Staff Photo: Brendan Sullivan Framed mementos are displayed in the home of Bernardine Joel of Lilburn. Bernardine's daughter Daniela, 14, passed away due to a brain tumor in 2010. Daniela who could not talk near the time of her death communicated with hand written notes, text messages, social networking and blog posts.
"I told my mom this morning that I don't think God intended for me to die. I'm here to do this. To inspire people and to keep them going." -- Daniela Joel's blog, Wednesday, July 15, 2009
LILBURN -- The night before she died, Daniela Joel did her homework. For 14 years, 8 months and 25 days -- no more, no less -- she did things her way.
She wanted no one's pity. She kept people in check. She made them laugh, and demanded joy.
"Something about her was angelic from the moment she was born," her mother, Bernadine, said this week, almost two years after her passing. "Always laughing, always smiling. Everything in life was good."
Daniela Joel was an accomplished student, singer and pianist. At 10 years old, she was the state of Georgia's top-ranked tennis player for her age group. But on the day before Thanksgiving 2008, the 12-year-old was diagnosed with an inoperable brain tumor. She was told nine months of life were about all she could expect.
She made it 22 months -- bouts of blindness, the inability to walk, scares in the ICU. During that time Daniela kept a blog, maintained (and excelled at) her studies at Trickum Middle School then Parkview High School, and taught her mom not to blame God.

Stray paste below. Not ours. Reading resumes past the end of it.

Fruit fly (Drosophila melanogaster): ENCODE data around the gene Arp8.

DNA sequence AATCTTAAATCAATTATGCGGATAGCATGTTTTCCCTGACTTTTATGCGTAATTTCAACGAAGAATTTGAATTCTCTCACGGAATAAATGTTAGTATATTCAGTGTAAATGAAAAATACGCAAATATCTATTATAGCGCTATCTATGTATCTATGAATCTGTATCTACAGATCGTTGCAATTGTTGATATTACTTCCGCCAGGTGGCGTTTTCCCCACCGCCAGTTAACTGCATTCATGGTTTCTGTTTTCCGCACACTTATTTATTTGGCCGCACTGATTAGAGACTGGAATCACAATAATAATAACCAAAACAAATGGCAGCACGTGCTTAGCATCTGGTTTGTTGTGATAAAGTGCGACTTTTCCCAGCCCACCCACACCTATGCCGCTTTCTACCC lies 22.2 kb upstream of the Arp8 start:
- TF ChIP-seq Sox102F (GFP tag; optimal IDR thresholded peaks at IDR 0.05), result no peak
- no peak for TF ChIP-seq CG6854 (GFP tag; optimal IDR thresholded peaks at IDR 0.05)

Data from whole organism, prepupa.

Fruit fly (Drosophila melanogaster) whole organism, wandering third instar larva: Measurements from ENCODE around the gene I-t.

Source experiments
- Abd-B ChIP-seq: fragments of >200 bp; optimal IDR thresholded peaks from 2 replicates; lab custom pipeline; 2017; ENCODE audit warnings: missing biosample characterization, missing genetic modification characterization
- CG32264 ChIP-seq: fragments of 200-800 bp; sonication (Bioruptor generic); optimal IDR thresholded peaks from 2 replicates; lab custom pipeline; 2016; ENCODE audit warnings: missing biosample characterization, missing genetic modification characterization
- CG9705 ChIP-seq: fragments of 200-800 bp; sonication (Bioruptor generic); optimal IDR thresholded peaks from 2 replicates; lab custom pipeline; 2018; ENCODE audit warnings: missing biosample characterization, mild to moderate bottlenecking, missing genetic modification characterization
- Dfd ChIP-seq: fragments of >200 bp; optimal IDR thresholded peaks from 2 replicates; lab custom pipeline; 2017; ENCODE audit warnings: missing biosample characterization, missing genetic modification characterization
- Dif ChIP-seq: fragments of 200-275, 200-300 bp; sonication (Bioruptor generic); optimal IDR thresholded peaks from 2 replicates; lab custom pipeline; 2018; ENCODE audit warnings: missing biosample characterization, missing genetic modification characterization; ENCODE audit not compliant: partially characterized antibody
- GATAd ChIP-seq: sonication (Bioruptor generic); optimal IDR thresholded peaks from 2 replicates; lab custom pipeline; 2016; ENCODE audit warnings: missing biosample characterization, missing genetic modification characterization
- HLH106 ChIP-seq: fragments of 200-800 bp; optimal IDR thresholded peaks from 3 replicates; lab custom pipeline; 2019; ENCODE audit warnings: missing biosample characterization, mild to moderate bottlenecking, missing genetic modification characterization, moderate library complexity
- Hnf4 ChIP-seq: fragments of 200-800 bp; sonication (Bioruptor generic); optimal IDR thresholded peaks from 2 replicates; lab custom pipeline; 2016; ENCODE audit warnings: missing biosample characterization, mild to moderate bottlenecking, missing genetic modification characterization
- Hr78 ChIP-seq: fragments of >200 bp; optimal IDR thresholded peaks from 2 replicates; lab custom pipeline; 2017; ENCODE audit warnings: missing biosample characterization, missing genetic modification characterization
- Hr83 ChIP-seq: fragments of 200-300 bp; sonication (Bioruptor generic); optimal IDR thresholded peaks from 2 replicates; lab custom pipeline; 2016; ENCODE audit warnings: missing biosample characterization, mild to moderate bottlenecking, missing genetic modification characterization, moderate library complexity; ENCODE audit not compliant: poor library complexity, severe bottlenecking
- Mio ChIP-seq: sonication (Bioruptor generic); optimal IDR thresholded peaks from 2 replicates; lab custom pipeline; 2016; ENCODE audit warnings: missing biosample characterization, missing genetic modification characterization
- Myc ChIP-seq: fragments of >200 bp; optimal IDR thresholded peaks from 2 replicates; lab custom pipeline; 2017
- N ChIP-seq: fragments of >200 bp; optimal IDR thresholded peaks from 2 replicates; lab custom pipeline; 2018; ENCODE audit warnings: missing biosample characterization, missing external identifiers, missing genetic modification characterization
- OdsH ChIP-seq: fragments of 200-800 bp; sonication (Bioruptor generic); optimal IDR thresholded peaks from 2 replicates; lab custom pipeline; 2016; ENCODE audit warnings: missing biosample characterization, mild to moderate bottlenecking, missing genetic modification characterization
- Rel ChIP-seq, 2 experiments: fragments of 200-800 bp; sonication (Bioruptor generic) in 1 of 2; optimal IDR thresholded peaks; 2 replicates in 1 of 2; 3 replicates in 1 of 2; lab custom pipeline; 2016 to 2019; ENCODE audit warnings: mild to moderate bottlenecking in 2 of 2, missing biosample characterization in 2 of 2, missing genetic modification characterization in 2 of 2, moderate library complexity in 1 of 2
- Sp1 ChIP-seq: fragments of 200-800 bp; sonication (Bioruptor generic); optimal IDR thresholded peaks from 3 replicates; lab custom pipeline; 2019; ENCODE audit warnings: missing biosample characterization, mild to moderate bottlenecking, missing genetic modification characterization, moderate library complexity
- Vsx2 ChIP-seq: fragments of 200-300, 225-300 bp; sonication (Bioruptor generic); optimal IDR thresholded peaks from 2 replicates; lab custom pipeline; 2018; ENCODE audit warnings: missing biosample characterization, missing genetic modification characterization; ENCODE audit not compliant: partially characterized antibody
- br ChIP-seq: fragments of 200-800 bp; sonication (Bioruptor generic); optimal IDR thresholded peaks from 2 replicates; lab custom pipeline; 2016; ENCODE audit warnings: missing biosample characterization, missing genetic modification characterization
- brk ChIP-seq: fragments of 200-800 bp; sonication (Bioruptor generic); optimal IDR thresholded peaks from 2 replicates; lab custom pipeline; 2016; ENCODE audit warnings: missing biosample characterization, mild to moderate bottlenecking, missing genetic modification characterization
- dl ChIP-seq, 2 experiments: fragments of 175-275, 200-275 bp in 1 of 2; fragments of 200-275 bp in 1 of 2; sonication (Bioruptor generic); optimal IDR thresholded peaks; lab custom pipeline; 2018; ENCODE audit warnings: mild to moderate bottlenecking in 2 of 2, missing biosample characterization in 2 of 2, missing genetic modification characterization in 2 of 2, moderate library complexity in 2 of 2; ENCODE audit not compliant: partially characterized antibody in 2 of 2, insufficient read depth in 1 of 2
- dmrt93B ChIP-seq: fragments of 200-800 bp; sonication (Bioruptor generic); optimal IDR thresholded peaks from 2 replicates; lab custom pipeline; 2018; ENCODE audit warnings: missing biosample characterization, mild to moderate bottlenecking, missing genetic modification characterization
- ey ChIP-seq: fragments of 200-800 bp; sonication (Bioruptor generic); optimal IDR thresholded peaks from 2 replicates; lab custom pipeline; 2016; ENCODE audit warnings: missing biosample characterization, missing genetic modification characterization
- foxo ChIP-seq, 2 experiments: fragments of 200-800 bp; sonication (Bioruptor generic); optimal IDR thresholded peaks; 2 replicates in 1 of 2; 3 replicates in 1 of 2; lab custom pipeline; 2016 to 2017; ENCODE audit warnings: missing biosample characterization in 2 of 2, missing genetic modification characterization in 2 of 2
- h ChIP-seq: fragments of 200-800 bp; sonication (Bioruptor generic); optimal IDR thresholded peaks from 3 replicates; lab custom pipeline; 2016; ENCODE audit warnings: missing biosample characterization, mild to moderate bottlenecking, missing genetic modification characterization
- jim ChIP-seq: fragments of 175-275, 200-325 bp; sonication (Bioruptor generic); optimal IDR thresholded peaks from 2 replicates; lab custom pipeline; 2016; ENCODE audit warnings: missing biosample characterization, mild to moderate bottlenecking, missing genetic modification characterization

She refused hospice (twice). She also met Archie Clark, another Lilburn teen with a brain tumor.
"Just a few months changed me so much," Clark, now a senior at Parkview, said.
Clark was diagnosed with his own tumor in August 2009. It was benign, but still required surgery and months of rehab. Somewhere along the way he found Daniela, a grade younger, on Facebook.
They became fast friends, exchanging daily text messages about life and obstacles and school. They kept each other going.
"I just quickly started thinking a lot more positive, and just kind of thought, 'What am I complaining about?'" Clark said this week in the Joel living room. "It was a benign brain tumor, I had surgery about two weeks later and removed all of it ... Seeing all of the obstacles she had to go through and how strong she was through those, it just inspired me so much."
Said Bernadine Joel: "She adored Archie."
On July 21, 2009, Archie Clark made what would be his only trip to see Daniela in person. Like the majority of her waning days of life, Daniela sat in the right section of her family's reclining couch, looking out large windows to the front and back yards. The two shared stories and talked like normal teenagers.
"Losing her was probably the hardest thing I've ever experienced," Clark said. "Even more than being diagnosed with a brain tumor."
Exactly two months later Daniela died in that spot on the sofa. She was in her mother's arms.
"I'm just heartbroken," Bernadine Joel said. "There's a void that will never be filled. But life is a journey, and this is our journey."
The next step of the journey, for both the Joels and the Clarks, is to become crusaders for the Brain Tumor Foundation for Children. In Daniela's honor, both families have been fundraising and will participate in the group's "Tumor Troopers" run/walk Saturday in Alpharetta.
Formerly known as "William's Walk and Run," the event will begin at 7:30 a.m. Saturday at 7730 North Point Parkway in Alpharetta. For more information or to donate, visit braintumorkids.org.